Why Solskjaer should still be given the United job despite draw with Burnley


Under former boss Jose Mourinho, Manchester United looked spineless and very ordinary. With Ole Gunnar Solskjaer at the helm, on a, for now, part-time basis, ‘the Red Devils’ finally look back to their brilliant best. Their defence, although not watertight, as the draw at home to Burnley underlined, have tightened up significantly. The midfield, especially, star man Paul Pogba, are free from the metaphorical shackles placed on them by their ex-manager. While up front, the forwards, most notably, Marcus Rashford, have been revitalised and are brimming with confidence.

The Numbers

Man United were 11 points off ‘the top four’ when they sacked Mourinho, after scoring just 29 league goals in the first 17 games and on zero goal difference, as they had shipped 29 goals by the same stage. However, in the seven Premier league games that Solskjaer has been charge for, United have let in just six goals, scored a whopping, 19 and trail Arsenal, who currently sit fourth, by only two points. Additionally, having won just seven out of 17 league matches under Jose, Solskjaer has led his side to six wins and a draw in their seven league games since he took over. This form is superior to the two contenders for the Premier League title this season, Liverpool and Manchester City. More strikingly, it makes you seriously consider where Man United would be in the league right now, if the Norwegian had have been their manager from the start of 2018/19 and where they could finish next year, if the board stick with Solskjaer.

The Club’s Identity

When Mourinho was relieved of his duties, a club statement read: “the new manager will understand the philosophy of the club, including our attacking tradition.” Nobody understands these ideals more than Ole Gunnar Solskjaer. He played for Manchester United between 1996 and 2007, under the legendary stewardship of Sir Alex Ferguson and was a real ‘fan-favourite.’ Ole Gunnar played as a striker and scored the winning goal in the 1999 Champions League Final in United’s infamous ‘Treble-winning season.’ During his over decade-long stay in Manchester, Solskjaer was involved in teams that played football on the front foot, took the game to their opponents and attacked them no matter the score-line. Solskjaer sets his team up to play in the same way and look how many trophies that style brought Ferguson.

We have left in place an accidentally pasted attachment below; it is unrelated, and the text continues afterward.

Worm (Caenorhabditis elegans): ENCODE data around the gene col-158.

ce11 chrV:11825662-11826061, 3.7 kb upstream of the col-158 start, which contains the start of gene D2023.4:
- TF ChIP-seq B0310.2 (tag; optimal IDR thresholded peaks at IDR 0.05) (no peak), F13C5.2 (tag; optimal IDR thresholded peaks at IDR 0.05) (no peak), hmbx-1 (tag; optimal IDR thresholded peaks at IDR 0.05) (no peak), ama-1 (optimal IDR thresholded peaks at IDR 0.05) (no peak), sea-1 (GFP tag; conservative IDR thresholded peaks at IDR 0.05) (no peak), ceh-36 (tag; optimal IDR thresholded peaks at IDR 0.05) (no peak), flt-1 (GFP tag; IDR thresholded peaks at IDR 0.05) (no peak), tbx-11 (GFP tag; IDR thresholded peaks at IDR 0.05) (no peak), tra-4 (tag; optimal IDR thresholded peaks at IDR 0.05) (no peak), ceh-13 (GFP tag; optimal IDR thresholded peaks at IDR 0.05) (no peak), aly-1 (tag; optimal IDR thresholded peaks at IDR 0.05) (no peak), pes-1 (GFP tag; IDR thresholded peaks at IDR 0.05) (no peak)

It would be unrealistic to think that Man United’s caretaker boss could replicate the Scotsman’s achievements, nobody could. The other major candidates for the job include Tottenham’s Mauricio Pochettino and former Real Madrid manager, Zinedine Zidane. Pochettino hasn’t won a trophy in his five years at Spurs though, which would be unacceptable at Old Trafford. Meanwhile, Zidane enjoyed unprecedented success in Europe with Madrid, but his team was packed with superstars like Cristiano Ronaldo. He wouldn’t have this at United, so it would be risky to choose a coach who hasn’t yet managed a club that has good rather than great players in every position. Finally, the mood at ‘the Theatre of Dreams’ hasn’t been this positive since Ferguson was in the dugout and at the end of the season, regardless of where they finish in the league or how well they do in the FA Cup and Champions League, Manchester United should appoint Ole Gunnar Solskjaer as their permanent manager in a heartbeat.

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